#review The Tree with a Thousand Apples

Author: Sanchit Gupta

Publisher: Niyogi Books

Publication date: 15 Nov, 2016

Book length: 284 pages

Language: English

Genre: Fiction

Synopsis:

Inspired by true events, this riveting narrative traces the lives of Safeena Malik, Deewan Bhat and Bilal Ahanagar, three childhood friends who grow up in an atmosphere of peace and amity in Srinagar, Kashmir, until the night of 20 January 1990 changes it all.

While Deewan is forced to flee from his home, Safeena’s mother becomes ‘collateral damage’ and Bilal has to embrace a wretched life of poverty and fear. The place they called paradise becomes a battleground and their friendship struggles when fate forces them to choose sides against their will.

Twenty years later destiny brings them to a crossroads again, when they no longer know what is right and what is wrong. While both compassion and injustice have the power to transform lives, will the three friends now choose to become sinful criminals or pacifist saints?The Tree with a Thousand Apples is a universal story of cultures, belongingness, revenge and atonement. The stylized layered format, fast-paced narration and suspenseful storytelling makes for a powerful, gripping read.

Rating: 4/5

Review:

I received this book from VInfluencers in exchange of an honest and unbiased review.

As a child I had always heard stories about the beauty of Kashmir, a piece of heaven on Earth. I have had always dreamt of visiting it but till date haven’t had the chance. With passing time and gaining more knowledge about reality, I came to realise, even Heaven has it’s part of chaos and Kashmir is no exception. Being the borderline of Pakistan and India, though an essential part of India is often debated by the Pakistanis to be their region. Kashmir has for many years been facing torture and torment, the people are exposed to disturbing situations and suffer to the extreme. It is quite normal to see any article on Kashmir’s condition on paper almost everyday. While we sit with the paper in our hand, thinking of the hardship of those people, there’s not really many scopes of finding a solution.

Authors throughout India have tried quite a no.of times to compose stories based on this condition of Kashmir but not many have such an expressive impact on readers like me than this book “The Tree with a Thousand Apples” has. It may be because of the three protagonists and their lives.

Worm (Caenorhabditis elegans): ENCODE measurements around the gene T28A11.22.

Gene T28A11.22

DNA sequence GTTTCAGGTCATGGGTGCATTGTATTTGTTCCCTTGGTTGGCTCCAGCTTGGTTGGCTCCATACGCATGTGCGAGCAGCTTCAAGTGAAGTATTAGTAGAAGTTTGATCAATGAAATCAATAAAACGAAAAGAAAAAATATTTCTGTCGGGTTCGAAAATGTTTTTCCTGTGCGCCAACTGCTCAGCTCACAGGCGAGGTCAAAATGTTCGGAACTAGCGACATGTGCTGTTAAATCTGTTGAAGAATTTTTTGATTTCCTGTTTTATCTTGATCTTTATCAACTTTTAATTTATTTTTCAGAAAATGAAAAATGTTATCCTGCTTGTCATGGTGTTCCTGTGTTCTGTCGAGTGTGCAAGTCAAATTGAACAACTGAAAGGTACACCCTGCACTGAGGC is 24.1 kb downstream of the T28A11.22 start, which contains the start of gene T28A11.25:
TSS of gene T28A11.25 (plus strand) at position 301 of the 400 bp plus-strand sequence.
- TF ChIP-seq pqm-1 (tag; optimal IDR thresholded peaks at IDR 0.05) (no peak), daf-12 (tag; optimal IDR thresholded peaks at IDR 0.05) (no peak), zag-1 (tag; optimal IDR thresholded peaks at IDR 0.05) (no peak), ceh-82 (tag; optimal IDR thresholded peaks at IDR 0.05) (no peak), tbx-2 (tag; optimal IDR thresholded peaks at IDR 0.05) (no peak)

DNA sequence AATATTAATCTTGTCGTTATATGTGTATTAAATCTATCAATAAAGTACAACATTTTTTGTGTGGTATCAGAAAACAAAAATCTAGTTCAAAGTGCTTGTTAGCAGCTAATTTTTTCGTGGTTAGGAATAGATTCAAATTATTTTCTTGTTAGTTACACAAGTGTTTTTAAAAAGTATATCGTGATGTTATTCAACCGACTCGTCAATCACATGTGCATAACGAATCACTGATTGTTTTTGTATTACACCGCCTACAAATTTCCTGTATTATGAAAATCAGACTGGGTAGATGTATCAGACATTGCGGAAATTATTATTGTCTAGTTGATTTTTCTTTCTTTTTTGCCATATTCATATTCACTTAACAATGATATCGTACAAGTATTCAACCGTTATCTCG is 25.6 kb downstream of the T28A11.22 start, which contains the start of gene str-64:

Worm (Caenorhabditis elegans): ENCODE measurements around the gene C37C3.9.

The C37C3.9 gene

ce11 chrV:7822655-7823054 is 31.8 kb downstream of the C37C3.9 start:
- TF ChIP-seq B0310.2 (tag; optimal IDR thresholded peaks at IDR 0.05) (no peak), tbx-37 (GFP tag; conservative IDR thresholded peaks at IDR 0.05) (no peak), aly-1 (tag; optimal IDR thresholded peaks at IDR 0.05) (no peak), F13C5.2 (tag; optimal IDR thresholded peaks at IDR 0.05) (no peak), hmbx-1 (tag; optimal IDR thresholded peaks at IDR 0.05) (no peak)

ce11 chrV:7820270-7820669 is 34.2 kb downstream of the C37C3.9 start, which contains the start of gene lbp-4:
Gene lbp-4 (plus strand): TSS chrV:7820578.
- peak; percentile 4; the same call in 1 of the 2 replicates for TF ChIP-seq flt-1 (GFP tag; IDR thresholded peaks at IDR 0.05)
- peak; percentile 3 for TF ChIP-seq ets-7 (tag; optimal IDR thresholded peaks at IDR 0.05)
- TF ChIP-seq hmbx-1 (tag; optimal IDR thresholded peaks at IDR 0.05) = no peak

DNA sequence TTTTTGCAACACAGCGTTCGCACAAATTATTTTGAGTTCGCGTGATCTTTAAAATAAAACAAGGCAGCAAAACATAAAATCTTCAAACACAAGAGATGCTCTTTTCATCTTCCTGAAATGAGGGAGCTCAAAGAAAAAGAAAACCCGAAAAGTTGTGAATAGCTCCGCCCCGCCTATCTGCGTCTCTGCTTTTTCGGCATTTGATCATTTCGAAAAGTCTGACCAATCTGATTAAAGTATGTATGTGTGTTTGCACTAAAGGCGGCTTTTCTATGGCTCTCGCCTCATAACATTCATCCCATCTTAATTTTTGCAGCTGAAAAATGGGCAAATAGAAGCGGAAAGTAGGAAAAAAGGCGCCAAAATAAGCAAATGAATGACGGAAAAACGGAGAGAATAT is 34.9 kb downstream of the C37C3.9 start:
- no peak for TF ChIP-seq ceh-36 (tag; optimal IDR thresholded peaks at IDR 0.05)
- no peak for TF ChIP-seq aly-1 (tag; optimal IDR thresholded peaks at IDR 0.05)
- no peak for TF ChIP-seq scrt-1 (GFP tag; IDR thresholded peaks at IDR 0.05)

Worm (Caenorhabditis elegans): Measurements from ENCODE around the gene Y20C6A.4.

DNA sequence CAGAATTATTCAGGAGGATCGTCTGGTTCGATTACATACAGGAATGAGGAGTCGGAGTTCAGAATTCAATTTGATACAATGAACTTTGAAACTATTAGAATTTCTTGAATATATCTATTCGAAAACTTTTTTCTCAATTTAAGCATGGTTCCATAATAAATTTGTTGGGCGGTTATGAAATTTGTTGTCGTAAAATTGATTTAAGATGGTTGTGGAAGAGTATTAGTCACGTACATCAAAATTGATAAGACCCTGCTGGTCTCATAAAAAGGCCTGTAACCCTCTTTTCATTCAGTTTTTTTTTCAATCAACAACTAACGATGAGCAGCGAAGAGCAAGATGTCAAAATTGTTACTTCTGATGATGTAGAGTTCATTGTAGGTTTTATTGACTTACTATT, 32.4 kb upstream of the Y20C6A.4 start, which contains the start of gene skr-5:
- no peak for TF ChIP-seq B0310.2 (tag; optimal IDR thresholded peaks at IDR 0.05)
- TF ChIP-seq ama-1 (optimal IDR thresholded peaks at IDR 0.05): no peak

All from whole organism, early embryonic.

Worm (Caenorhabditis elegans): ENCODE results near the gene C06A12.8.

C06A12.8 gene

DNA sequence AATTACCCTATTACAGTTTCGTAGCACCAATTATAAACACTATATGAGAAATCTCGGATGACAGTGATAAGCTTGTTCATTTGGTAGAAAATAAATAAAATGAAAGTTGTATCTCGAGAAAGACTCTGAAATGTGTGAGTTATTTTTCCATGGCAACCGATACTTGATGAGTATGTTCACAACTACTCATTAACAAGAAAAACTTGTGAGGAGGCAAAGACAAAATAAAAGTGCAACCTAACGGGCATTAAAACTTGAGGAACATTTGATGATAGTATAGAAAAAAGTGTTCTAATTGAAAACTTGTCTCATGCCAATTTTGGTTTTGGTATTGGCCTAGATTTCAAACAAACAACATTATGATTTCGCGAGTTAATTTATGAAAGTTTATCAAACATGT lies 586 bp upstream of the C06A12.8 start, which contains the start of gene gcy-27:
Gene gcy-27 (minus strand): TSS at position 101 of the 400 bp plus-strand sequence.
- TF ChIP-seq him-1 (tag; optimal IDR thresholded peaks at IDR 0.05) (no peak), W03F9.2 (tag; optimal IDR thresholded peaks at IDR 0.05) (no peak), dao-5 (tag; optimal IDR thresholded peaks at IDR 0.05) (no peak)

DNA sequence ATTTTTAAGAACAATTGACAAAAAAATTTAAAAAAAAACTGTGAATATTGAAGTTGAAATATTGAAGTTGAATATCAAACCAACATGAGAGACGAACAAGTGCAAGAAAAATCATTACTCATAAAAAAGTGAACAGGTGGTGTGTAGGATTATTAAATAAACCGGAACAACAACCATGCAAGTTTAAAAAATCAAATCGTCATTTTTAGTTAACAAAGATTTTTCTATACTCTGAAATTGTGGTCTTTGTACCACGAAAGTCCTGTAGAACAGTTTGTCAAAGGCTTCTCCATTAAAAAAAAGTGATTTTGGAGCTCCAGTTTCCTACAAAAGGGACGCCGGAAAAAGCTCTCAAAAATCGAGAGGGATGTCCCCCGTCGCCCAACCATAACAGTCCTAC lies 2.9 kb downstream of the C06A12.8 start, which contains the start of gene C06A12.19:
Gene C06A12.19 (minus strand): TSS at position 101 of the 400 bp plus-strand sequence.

The story begins with two people, Safeena and Bilal rescuing Deewan from a police minibus. And with a jolt we are brought many years back into the childhood of the three where we see two happy families, Muslim and Hindu, eating, smiling, enjoying life together. But life is not always happy-go-lucky. For the struggles of Kashmir reaches the three children soon enough. To a point where they had to struggle between deciding whether to be sinners or tainted saints.

‘Stand for your rights’,

You tell me,

And when I do

You beat me down

Break my bones

And crush my soul?

I nay raise my voice

Close my fist, and demand;

Or seek and desire

With polite words and a patient heart

So that you and I can live in peace

Forever, I wish;

You should pray

I choose the latter.

This little poem got me goosebumps. Such an intense, bold and challenging one. Generally when I read a storybook, if any poems in between, to me they do not seem to be much of importance. But this very poem had my blood boiling and you might thing I am exaggerating but if you read through the story, you will be saying the same thing like me.

The author has done an outstanding job in presenting a well formed story, based on true events and incidents that at some point even I could relate to. The book was impossible for me to put down ti the very end (and I have exams so…). The whole journey of the three protagonists from their childhood to maturity with time and experience has been portrayed beautifully. Though a big no.of characters within a story can sometimes confuse a reader, the accuracy and individuality of each character was written down so distinctively that I never had problem understanding.

Overall, the story is unnerving (in a good day), bold, extremely realistic, heroic and makes one question the boundaries between sin and sane. The book is like a carnival of emotions from the first page till the end. With the cover presented the richest fruit of Kashmir, the very first look of the book is the accurate representation of the thousands of lives woven into the roots of the land.

I would absolutelyrecommend everyone to read it.

About the Author:

Born and brought up in the hills of Himachal Pradesh, Sanchit Gupta began his career as a part-time copywriter with an advertising agency in Mumbai. He went on to co-found his own theatre group, worked as a freelance film screenwriter and as executive producer–fiction for a leading television network. His short stories have been published in several esteemed publications and literary journals and have won acclaim in leading literary festivals and online forums. One of his film scripts (fiction) has been long-listed in a globally reputed screenwriters’ lab. He has worked with All India Radio as a talk show host and regularly features in poetry recitals at Prithvi Café, Mumbai. This is his debut novel.

Apart from being a writer, he is a brand management professional with a wide range of brand building and communication development experience across FMCG, automobile and media industries. His works explore his fascination for global cultures, societal structures, vagaries of the world and the human mind. He welcomes interaction @sanchit421. Find out more about the author and his work at http://www.sanchitgupta.in

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